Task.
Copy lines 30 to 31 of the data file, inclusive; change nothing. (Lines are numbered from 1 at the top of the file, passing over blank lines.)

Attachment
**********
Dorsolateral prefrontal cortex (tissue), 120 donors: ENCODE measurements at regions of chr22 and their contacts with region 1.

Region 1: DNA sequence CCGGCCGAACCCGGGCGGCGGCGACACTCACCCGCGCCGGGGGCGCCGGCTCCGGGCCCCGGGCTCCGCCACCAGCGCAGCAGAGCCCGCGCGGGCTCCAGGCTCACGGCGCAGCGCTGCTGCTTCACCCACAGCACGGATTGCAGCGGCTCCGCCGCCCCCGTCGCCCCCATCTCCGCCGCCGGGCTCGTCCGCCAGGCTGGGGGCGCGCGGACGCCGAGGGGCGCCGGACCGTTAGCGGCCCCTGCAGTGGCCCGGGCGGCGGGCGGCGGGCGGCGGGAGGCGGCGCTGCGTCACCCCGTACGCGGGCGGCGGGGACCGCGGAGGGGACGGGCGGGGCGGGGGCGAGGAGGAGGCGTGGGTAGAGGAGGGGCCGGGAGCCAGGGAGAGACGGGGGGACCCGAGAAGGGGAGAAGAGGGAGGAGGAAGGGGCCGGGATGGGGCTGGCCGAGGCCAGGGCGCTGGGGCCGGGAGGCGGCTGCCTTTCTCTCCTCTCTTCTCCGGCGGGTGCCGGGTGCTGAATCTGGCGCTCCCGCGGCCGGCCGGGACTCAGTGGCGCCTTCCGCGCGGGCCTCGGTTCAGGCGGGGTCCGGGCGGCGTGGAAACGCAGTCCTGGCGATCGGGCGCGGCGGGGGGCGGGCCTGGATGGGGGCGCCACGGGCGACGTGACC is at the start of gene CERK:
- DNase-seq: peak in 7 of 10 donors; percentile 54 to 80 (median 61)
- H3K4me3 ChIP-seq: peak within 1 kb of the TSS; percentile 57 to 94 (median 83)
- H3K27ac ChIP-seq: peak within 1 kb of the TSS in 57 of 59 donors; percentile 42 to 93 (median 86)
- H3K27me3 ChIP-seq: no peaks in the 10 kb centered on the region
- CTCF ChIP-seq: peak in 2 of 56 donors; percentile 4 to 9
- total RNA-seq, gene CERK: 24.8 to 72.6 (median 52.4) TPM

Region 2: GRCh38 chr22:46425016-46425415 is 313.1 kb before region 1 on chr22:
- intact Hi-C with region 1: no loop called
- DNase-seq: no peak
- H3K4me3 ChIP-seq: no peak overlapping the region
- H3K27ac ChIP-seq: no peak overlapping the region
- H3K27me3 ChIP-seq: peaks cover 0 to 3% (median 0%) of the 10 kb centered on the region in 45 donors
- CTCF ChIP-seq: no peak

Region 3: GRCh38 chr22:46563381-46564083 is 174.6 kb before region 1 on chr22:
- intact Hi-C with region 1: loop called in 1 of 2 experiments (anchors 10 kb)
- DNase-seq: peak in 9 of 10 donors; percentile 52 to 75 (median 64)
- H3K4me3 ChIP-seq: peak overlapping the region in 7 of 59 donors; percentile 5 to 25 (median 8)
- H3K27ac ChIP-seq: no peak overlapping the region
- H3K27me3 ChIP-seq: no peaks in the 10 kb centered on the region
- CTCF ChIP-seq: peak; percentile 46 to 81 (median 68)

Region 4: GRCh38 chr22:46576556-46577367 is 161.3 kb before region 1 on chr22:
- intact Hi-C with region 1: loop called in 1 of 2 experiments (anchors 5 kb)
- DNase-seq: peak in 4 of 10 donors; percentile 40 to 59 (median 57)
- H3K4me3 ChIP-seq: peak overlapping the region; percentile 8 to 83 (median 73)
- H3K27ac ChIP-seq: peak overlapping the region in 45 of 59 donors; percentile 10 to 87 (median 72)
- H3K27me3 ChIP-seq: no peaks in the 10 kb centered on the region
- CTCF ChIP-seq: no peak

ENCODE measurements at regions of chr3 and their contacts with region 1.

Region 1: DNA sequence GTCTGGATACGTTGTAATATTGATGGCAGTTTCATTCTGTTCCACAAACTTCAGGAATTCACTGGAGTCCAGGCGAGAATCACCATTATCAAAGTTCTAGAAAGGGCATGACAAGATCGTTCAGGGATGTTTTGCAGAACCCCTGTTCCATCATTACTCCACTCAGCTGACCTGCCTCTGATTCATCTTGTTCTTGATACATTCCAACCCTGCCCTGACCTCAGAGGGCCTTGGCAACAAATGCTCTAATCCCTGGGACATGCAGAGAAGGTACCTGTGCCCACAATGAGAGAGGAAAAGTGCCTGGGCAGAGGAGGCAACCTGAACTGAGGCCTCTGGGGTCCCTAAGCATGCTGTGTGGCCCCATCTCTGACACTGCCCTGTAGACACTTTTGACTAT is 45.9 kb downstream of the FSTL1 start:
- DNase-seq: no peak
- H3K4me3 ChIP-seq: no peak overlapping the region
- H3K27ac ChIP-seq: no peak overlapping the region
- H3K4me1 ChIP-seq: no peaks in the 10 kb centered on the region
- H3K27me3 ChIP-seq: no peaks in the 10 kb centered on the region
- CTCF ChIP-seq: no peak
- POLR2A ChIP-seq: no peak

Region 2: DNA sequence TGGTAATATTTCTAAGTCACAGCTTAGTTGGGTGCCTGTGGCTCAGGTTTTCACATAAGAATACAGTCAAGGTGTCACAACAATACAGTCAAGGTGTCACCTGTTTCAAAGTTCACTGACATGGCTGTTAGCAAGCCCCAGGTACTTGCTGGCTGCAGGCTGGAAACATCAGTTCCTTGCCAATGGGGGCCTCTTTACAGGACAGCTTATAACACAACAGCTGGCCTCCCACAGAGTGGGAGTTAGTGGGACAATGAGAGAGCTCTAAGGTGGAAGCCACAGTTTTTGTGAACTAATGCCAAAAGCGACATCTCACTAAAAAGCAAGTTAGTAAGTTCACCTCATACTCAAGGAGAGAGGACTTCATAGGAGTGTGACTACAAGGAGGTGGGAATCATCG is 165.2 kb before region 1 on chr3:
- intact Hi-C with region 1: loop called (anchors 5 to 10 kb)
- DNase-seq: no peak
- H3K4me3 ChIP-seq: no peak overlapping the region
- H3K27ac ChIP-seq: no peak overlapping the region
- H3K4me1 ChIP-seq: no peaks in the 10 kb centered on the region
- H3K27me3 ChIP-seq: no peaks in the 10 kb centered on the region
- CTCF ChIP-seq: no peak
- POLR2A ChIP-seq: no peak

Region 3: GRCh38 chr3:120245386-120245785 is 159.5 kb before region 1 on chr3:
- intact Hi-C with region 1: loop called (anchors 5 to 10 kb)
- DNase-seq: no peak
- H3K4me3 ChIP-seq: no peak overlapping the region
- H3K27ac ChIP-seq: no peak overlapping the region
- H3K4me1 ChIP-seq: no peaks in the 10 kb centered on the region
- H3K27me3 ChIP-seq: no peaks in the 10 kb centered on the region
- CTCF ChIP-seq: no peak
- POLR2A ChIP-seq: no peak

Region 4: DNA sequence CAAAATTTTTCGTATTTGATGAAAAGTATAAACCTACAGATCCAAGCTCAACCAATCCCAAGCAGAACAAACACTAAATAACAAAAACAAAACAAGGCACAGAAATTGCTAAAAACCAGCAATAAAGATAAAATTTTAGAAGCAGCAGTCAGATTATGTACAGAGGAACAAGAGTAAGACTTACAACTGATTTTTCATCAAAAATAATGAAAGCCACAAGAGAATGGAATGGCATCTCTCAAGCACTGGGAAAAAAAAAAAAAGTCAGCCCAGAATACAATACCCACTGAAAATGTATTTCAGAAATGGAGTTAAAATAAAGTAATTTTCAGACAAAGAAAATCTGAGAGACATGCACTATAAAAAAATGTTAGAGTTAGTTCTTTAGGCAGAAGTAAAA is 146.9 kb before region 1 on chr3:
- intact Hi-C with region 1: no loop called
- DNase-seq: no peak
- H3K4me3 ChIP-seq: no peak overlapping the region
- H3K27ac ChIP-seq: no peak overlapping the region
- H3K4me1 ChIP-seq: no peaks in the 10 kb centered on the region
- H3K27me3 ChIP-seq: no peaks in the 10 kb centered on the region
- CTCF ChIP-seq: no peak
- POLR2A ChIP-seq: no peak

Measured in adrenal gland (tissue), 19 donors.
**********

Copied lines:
ENCODE measurements at regions of chr3 and their contacts with region 1.

Region 1: DNA sequence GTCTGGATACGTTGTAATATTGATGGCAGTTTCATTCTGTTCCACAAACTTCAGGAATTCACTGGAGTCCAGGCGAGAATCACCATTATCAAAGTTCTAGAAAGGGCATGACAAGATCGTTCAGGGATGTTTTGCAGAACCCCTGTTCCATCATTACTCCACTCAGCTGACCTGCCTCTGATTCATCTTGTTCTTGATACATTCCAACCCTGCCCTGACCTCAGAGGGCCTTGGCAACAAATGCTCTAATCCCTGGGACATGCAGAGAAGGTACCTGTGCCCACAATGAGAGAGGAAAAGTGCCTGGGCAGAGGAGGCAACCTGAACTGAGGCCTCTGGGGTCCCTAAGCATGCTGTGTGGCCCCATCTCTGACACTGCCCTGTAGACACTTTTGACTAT is 45.9 kb downstream of the FSTL1 start: